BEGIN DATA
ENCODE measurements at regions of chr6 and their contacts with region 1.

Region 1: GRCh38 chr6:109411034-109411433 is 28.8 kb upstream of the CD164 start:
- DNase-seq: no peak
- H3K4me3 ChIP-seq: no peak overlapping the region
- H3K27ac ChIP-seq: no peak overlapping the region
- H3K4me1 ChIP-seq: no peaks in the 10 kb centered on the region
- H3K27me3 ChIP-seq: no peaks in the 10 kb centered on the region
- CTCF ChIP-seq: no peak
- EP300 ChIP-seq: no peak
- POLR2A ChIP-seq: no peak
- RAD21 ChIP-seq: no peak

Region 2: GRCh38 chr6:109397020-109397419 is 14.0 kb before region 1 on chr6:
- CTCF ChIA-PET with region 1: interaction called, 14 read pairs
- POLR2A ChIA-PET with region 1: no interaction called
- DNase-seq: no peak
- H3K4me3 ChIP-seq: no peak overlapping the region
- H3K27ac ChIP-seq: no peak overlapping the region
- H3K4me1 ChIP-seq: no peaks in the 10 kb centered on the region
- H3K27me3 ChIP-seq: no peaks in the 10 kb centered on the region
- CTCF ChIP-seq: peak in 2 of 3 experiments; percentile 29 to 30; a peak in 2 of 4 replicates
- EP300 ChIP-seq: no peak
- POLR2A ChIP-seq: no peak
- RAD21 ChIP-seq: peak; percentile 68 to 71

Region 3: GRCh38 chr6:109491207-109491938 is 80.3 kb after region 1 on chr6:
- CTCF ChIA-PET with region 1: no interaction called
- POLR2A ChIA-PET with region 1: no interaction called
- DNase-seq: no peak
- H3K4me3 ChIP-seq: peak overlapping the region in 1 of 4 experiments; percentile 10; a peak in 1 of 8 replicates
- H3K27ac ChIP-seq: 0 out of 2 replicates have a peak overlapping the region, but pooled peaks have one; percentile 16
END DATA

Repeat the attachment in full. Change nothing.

ENCODE measurements at regions of chr6 and their contacts with region 1.

Region 1: GRCh38 chr6:109411034-109411433 is 28.8 kb upstream of the CD164 start:
- DNase-seq: no peak
- H3K4me3 ChIP-seq: no peak overlapping the region
- H3K27ac ChIP-seq: no peak overlapping the region
- H3K4me1 ChIP-seq: no peaks in the 10 kb centered on the region
- H3K27me3 ChIP-seq: no peaks in the 10 kb centered on the region
- CTCF ChIP-seq: no peak
- EP300 ChIP-seq: no peak
- POLR2A ChIP-seq: no peak
- RAD21 ChIP-seq: no peak

Region 2: GRCh38 chr6:109397020-109397419 is 14.0 kb before region 1 on chr6:
- CTCF ChIA-PET with region 1: interaction called, 14 read pairs
- POLR2A ChIA-PET with region 1: no interaction called
- DNase-seq: no peak
- H3K4me3 ChIP-seq: no peak overlapping the region
- H3K27ac ChIP-seq: no peak overlapping the region
- H3K4me1 ChIP-seq: no peaks in the 10 kb centered on the region
- H3K27me3 ChIP-seq: no peaks in the 10 kb centered on the region
- CTCF ChIP-seq: peak in 2 of 3 experiments; percentile 29 to 30; a peak in 2 of 4 replicates
- EP300 ChIP-seq: no peak
- POLR2A ChIP-seq: no peak
- RAD21 ChIP-seq: peak; percentile 68 to 71

Region 3: GRCh38 chr6:109491207-109491938 is 80.3 kb after region 1 on chr6:
- CTCF ChIA-PET with region 1: no interaction called
- POLR2A ChIA-PET with region 1: no interaction called
- DNase-seq: no peak
- H3K4me3 ChIP-seq: peak overlapping the region in 1 of 4 experiments; percentile 10; a peak in 1 of 8 replicates
- H3K27ac ChIP-seq: 0 out of 2 replicates have a peak overlapping the region, but pooled peaks have one; percentile 16